"Get your little ass back to the penitentiary, motherfucker. You know what you did last time you was here."

Fine Colorday

After a good night’s sleep on incredibly squeaky beds we were back on the road again. Like wild beasts driven by hunger alone, we jumped in the car and tried to find a place to eat breakfast. The Okinawan soba place recommended by Yuutatsu earlier was not yet open, however, so we decided to drive north “until we run out of gas”. Fortunately, north was the exact direction in which was located the Ocean Expo Park, home to one of the biggest aquariums of the world, the Churaumi Aquarium. After a short brainstorming session it became our unanimously chosen program for the first full day. It took us a while to reach the place but once we arrived it became clear that there was no reason to leave before the day was over: The park was huge. The sun was shining. The scenery was magnificent.

Ryan ruining the scenery with the Japanese Cool Walk (c)

We walked through the entrance taking copious amounts of photos of the sea, the island in front of us and the colorful flower animals that had invaded the area around the central gates. We did not have a clear plan on which way to walk in order to reach the aquarium but quickly found sign posts that offered directions to the dolphin pool (!), turtle lagoon (!!) and manatee lagoon (!!!). As if that information enough hadn’t made my day, the actual aquarium was a thing apart and the outdoor pools were just a free bonus for even entering the park.

Random Obaa-san took this picture. Doomo.

I forgot to mention the One Thing that enormously affected the whole trip: It was low-season in Okinawa. Beaches were closed or empty, there was road work in progress everywhere and tourists were nowhere to be seen. While this was a very good thing in a few places, it also meant that the dolphin shows at the ocean park were rare. That added to the fact that the dolphins were really lazy in-between shows, only showing themselves to breathe, I did not manage to get good photos of them.

This is what a dolphin looks like when you can't see it

Following the Usual Route ™ we arrived to the next stop, the turtle pools. These guys were much more interesting, as I don’t really recall seeing big sea turtles live ever before and also because there were incredibly many of them. I was even able to get a picture with Mr. Cool Guy, one of only three Eastern Pacific Green Turtles ever found in Japan. The best was yet to come, however.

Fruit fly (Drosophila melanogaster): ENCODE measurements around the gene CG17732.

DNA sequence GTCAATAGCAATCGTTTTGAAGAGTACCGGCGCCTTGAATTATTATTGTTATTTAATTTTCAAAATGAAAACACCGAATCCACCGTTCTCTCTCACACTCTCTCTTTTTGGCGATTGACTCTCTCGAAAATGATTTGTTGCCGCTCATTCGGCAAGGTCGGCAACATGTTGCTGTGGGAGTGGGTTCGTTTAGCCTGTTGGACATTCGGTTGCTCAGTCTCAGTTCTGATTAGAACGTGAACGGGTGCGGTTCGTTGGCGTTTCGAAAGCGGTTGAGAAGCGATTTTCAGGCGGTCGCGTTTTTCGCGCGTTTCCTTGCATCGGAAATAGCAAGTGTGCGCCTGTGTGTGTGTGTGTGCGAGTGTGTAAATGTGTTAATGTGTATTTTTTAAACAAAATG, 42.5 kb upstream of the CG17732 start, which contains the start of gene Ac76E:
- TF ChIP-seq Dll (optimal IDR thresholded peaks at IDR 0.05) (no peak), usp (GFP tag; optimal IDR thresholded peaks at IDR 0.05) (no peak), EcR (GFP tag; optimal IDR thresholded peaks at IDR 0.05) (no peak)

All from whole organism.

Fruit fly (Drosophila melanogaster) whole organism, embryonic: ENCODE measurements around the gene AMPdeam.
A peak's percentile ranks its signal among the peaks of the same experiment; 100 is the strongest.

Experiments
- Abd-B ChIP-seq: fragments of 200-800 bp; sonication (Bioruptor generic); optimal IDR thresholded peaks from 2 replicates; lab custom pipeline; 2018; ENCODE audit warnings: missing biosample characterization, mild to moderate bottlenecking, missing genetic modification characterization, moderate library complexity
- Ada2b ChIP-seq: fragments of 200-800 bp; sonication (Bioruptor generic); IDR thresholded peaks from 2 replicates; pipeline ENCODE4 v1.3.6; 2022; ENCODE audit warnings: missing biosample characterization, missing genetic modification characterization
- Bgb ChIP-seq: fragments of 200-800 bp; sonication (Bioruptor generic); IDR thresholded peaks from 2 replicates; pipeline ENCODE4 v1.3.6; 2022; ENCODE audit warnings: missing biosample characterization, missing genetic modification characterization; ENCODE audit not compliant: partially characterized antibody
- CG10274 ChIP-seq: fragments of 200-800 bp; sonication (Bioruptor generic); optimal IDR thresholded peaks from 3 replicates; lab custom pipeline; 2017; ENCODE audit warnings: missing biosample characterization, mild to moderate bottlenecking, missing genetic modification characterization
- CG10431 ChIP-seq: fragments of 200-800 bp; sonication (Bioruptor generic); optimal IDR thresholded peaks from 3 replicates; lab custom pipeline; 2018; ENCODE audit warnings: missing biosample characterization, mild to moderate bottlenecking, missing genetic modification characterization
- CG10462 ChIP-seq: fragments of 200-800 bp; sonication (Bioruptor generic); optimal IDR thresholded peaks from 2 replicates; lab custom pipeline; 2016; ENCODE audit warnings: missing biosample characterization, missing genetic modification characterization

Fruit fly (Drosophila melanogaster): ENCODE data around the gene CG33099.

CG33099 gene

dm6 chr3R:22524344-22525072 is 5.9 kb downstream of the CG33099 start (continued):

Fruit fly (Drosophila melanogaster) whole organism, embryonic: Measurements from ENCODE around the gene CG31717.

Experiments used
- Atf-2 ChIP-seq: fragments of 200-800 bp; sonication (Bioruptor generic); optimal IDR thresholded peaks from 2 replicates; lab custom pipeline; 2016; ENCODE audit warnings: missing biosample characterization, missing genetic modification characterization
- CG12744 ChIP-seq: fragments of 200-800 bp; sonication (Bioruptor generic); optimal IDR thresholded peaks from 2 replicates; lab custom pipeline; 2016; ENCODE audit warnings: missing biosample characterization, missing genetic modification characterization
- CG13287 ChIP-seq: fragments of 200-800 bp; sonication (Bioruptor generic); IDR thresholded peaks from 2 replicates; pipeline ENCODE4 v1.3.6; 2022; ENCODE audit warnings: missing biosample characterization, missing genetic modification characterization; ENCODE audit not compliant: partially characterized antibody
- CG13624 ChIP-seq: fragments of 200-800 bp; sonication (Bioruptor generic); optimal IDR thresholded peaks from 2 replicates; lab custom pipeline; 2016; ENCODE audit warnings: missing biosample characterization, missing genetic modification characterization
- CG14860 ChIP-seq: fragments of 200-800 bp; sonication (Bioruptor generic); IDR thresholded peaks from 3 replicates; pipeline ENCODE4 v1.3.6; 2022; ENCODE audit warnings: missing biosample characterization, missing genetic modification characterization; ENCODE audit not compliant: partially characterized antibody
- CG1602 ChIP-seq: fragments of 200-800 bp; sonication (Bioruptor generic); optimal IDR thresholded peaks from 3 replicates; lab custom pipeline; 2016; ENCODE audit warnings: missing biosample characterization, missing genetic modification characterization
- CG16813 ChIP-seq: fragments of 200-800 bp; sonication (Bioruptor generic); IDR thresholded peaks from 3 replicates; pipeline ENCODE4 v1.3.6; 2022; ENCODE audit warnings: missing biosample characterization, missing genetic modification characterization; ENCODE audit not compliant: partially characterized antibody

Mr. Cool Guy

Dugong, Dugong, it’s the cow of the sea-ea-ea!

In the last batch of outdoor tanks were specimens of probably my favorite animal of all time, the manatee. These plushie-looking lazyass creatures are so harmless and slow that I wonder how evolution has allowed them to survive this far in the first place. I would’ve stayed there staring and smiling at them for the rest of the day if Tim hadn’t dragged me out by the ankles after a while.

Dugong, Dugong, also known as the manatee!

What's not to like?

We were all getting really hungry at this point but happened to Stumble Upon a small food stall that sold snacks for tourists at tourist prices +1. The playful beach was also just around the corner so we went there to get some sunburn and play beach volley for a while. No pictures from the volley ball, so instead I would like an answer to the riddle that the information poster presented us. Why is the playful beach “calm” while the calm beach is “no swimming”? This is some zen shit.


This post will be crazy long so this is the time for a short intermission. Be-ba-bop-ba-dop-bop. All right, back to the story.

Ryan had noticed someone drinking juice out of a whole coconut earlier so he absolutely had to get in on that. He ended up paying 900¥ for maybe the equivalent of one glass of juice and a few pictures of Sayumi sticking the straws up her nose. Soon thereafter Ryan also tried cracking the outer shell of the nut open by tossing it mercilessly to the ground.

Coconuts are fun!